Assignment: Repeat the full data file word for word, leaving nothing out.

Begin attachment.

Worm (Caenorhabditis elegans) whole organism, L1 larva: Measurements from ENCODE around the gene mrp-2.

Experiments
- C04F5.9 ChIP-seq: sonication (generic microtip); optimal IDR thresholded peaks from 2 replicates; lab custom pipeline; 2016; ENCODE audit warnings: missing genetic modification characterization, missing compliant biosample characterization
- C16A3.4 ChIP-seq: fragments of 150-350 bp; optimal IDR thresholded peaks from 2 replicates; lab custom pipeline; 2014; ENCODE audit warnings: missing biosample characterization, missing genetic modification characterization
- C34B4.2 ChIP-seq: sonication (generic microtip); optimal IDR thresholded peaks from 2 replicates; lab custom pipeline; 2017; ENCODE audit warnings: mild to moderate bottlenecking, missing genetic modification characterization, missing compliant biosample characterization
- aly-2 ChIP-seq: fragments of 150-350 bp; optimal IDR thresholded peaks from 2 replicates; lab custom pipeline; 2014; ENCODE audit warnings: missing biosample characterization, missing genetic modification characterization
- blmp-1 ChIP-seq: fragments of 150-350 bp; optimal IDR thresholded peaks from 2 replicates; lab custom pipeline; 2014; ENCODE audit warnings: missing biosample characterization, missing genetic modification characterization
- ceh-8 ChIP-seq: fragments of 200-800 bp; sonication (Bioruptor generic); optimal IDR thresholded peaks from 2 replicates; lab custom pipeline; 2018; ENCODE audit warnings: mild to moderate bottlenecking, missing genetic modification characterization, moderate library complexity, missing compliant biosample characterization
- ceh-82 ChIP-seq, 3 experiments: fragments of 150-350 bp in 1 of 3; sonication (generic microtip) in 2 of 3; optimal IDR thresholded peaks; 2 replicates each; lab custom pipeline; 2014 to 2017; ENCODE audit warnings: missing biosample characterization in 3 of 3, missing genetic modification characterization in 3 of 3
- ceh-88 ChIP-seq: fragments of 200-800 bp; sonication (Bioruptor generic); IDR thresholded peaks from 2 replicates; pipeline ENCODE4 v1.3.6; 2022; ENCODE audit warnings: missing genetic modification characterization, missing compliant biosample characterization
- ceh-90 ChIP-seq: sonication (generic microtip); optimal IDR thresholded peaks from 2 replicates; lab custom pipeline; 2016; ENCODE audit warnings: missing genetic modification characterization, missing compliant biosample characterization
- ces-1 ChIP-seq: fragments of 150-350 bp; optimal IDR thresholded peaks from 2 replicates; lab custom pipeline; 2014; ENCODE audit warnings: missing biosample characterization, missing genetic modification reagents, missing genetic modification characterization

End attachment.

Worm (Caenorhabditis elegans) whole organism, L1 larva: Measurements from ENCODE around the gene mrp-2.

Experiments
- C04F5.9 ChIP-seq: sonication (generic microtip); optimal IDR thresholded peaks from 2 replicates; lab custom pipeline; 2016; ENCODE audit warnings: missing genetic modification characterization, missing compliant biosample characterization
- C16A3.4 ChIP-seq: fragments of 150-350 bp; optimal IDR thresholded peaks from 2 replicates; lab custom pipeline; 2014; ENCODE audit warnings: missing biosample characterization, missing genetic modification characterization
- C34B4.2 ChIP-seq: sonication (generic microtip); optimal IDR thresholded peaks from 2 replicates; lab custom pipeline; 2017; ENCODE audit warnings: mild to moderate bottlenecking, missing genetic modification characterization, missing compliant biosample characterization
- aly-2 ChIP-seq: fragments of 150-350 bp; optimal IDR thresholded peaks from 2 replicates; lab custom pipeline; 2014; ENCODE audit warnings: missing biosample characterization, missing genetic modification characterization
- blmp-1 ChIP-seq: fragments of 150-350 bp; optimal IDR thresholded peaks from 2 replicates; lab custom pipeline; 2014; ENCODE audit warnings: missing biosample characterization, missing genetic modification characterization
- ceh-8 ChIP-seq: fragments of 200-800 bp; sonication (Bioruptor generic); optimal IDR thresholded peaks from 2 replicates; lab custom pipeline; 2018; ENCODE audit warnings: mild to moderate bottlenecking, missing genetic modification characterization, moderate library complexity, missing compliant biosample characterization
- ceh-82 ChIP-seq, 3 experiments: fragments of 150-350 bp in 1 of 3; sonication (generic microtip) in 2 of 3; optimal IDR thresholded peaks; 2 replicates each; lab custom pipeline; 2014 to 2017; ENCODE audit warnings: missing biosample characterization in 3 of 3, missing genetic modification characterization in 3 of 3
- ceh-88 ChIP-seq: fragments of 200-800 bp; sonication (Bioruptor generic); IDR thresholded peaks from 2 replicates; pipeline ENCODE4 v1.3.6; 2022; ENCODE audit warnings: missing genetic modification characterization, missing compliant biosample characterization
- ceh-90 ChIP-seq: sonication (generic microtip); optimal IDR thresholded peaks from 2 replicates; lab custom pipeline; 2016; ENCODE audit warnings: missing genetic modification characterization, missing compliant biosample characterization
- ces-1 ChIP-seq: fragments of 150-350 bp; optimal IDR thresholded peaks from 2 replicates; lab custom pipeline; 2014; ENCODE audit warnings: missing biosample characterization, missing genetic modification reagents, missing genetic modification characterization